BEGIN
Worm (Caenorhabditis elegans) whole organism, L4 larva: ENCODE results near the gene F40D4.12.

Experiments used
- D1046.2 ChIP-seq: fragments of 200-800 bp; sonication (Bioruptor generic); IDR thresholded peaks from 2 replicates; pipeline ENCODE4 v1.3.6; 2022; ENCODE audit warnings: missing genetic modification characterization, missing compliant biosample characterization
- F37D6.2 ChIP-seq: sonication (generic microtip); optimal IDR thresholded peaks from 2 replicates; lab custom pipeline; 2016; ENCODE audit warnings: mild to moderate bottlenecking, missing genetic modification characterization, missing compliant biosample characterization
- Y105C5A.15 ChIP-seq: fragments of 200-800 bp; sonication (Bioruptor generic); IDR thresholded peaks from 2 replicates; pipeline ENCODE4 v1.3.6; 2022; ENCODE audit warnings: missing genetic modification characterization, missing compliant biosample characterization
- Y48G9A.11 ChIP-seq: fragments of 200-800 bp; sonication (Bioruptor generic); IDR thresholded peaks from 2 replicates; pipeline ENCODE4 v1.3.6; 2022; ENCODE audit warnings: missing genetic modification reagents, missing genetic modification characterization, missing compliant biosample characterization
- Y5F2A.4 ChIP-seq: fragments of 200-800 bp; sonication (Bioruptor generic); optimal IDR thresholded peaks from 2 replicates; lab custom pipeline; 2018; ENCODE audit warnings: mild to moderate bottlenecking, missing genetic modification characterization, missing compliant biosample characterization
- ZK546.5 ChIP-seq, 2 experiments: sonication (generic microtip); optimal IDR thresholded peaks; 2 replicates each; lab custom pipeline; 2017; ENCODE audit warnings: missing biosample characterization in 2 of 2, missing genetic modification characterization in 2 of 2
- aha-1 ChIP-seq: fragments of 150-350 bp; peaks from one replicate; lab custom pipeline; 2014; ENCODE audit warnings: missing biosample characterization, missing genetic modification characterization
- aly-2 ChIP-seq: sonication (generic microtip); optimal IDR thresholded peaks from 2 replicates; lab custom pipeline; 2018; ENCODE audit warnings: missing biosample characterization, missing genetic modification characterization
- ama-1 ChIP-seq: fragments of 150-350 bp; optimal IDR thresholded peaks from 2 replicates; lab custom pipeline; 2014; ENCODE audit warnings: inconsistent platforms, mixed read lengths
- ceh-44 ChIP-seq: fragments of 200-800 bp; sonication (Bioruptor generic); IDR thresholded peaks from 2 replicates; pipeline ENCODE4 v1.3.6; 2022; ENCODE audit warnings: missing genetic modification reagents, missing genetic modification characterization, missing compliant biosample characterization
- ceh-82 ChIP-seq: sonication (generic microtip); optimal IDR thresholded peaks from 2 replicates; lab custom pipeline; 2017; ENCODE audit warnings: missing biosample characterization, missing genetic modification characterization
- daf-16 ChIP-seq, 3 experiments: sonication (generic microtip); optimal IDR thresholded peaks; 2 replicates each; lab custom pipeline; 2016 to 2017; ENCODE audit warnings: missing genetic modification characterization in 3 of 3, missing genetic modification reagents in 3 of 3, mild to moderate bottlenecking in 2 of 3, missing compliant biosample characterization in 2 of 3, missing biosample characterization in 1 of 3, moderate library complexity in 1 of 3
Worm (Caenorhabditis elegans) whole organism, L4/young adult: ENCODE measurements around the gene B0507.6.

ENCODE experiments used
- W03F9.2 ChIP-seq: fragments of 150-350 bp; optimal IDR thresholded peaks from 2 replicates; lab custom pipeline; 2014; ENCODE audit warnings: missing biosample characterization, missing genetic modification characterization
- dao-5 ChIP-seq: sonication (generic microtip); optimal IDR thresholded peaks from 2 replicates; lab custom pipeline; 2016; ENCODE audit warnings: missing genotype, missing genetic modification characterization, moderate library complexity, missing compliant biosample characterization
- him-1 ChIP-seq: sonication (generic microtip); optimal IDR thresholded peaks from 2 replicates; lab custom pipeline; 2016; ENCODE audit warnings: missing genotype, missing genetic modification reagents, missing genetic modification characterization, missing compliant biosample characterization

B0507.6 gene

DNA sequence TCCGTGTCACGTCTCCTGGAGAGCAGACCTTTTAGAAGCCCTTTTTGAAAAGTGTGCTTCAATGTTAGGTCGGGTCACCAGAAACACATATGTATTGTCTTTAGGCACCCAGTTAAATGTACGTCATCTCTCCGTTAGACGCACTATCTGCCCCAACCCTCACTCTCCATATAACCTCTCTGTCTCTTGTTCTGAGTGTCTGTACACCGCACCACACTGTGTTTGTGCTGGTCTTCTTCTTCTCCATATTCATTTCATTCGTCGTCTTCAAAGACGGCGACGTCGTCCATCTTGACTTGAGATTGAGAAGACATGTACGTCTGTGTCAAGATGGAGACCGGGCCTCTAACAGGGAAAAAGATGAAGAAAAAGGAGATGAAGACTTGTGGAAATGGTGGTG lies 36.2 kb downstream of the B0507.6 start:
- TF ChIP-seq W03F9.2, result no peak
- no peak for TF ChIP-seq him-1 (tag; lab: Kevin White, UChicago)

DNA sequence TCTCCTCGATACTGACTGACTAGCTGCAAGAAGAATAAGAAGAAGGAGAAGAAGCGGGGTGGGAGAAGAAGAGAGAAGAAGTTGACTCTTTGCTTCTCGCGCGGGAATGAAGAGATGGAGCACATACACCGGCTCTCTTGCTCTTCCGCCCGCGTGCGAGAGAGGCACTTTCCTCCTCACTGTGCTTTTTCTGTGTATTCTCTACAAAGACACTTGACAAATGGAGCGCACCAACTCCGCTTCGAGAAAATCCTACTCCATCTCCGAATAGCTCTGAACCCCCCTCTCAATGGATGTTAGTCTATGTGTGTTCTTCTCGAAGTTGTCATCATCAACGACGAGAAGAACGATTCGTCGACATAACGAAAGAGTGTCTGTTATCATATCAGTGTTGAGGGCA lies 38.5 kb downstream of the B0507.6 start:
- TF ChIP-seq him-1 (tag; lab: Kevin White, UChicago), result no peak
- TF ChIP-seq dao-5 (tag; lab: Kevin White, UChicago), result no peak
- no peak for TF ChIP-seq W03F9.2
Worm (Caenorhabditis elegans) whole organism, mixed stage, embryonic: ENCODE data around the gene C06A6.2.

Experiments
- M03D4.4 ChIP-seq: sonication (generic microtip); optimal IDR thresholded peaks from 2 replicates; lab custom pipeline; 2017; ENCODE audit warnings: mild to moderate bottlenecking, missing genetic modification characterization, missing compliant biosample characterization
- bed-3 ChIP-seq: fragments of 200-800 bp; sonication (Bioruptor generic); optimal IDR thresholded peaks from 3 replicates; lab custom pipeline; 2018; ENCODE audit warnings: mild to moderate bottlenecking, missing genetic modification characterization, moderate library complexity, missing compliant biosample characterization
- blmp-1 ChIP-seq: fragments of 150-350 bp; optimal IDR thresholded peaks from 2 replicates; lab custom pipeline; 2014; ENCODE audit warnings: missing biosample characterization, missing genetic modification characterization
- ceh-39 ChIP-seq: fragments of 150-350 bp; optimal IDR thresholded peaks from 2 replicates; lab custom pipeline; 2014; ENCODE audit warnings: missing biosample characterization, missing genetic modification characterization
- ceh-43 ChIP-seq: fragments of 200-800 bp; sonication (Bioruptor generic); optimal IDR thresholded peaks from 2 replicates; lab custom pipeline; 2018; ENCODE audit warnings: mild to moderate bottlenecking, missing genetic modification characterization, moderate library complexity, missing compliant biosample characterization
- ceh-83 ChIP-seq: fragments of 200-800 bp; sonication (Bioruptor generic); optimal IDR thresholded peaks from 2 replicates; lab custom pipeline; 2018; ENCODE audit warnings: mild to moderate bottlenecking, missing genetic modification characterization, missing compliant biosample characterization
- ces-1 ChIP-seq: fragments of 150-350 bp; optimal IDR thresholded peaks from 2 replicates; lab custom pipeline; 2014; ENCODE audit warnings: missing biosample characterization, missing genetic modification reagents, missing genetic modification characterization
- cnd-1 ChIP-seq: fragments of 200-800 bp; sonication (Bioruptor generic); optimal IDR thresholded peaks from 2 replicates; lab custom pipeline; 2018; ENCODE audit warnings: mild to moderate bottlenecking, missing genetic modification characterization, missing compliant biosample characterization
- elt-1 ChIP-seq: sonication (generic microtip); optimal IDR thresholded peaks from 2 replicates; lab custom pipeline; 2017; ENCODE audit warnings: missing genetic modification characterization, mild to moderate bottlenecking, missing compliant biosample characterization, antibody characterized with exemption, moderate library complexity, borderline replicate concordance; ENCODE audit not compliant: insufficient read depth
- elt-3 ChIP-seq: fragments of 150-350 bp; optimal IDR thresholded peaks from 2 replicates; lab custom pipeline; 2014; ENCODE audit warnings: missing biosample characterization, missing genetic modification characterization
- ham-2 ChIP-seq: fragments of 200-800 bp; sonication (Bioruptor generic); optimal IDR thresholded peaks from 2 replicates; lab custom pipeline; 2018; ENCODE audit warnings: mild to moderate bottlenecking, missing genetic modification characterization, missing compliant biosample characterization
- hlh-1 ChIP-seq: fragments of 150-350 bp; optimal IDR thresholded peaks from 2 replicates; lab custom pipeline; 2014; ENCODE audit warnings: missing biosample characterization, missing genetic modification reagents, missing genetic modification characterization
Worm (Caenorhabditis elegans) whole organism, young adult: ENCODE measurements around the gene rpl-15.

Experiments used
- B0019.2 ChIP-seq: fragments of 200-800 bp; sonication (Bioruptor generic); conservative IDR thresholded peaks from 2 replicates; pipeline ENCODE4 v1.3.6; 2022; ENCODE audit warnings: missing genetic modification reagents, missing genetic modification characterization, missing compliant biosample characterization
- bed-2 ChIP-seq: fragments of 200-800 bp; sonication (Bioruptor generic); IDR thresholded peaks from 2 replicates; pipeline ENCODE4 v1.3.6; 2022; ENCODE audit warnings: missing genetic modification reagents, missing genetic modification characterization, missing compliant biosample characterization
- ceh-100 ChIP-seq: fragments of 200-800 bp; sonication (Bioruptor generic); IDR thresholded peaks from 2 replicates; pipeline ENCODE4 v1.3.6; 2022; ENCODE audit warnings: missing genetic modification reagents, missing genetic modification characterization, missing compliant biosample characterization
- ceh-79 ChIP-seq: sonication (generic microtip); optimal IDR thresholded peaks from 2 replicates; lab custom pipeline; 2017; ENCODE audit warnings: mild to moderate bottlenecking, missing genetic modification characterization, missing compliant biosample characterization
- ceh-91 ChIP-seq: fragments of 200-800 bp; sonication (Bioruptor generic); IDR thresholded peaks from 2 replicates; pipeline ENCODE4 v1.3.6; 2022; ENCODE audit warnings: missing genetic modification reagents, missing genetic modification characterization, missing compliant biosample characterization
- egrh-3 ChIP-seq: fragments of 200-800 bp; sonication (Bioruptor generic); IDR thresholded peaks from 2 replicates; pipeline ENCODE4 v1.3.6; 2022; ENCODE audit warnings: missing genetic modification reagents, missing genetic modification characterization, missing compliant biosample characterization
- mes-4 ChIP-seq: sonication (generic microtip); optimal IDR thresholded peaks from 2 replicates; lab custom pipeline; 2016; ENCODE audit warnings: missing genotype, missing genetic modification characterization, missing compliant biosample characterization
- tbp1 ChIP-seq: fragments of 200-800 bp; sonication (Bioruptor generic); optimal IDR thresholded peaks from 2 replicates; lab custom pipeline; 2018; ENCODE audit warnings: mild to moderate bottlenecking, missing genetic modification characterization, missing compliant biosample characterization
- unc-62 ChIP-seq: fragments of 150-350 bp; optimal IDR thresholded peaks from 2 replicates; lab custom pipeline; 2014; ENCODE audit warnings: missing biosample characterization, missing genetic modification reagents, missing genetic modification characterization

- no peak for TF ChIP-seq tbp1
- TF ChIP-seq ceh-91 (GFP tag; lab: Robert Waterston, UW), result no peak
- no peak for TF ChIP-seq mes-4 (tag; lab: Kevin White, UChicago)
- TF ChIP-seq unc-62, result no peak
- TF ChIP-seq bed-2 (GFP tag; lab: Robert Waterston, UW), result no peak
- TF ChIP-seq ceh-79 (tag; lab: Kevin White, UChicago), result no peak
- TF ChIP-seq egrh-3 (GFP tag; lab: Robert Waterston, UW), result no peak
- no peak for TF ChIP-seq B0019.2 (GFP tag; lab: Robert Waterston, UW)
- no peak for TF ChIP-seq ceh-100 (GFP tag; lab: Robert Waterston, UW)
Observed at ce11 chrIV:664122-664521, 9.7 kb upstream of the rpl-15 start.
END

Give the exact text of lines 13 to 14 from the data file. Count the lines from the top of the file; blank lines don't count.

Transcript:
- ceh-82 ChIP-seq: sonication (generic microtip); optimal IDR thresholded peaks from 2 replicates; lab custom pipeline; 2017; ENCODE audit warnings: missing biosample characterization, missing genetic modification characterization
- daf-16 ChIP-seq, 3 experiments: sonication (generic microtip); optimal IDR thresholded peaks; 2 replicates each; lab custom pipeline; 2016 to 2017; ENCODE audit warnings: missing genetic modification characterization in 3 of 3, missing genetic modification reagents in 3 of 3, mild to moderate bottlenecking in 2 of 3, missing compliant biosample characterization in 2 of 3, missing biosample characterization in 1 of 3, moderate library complexity in 1 of 3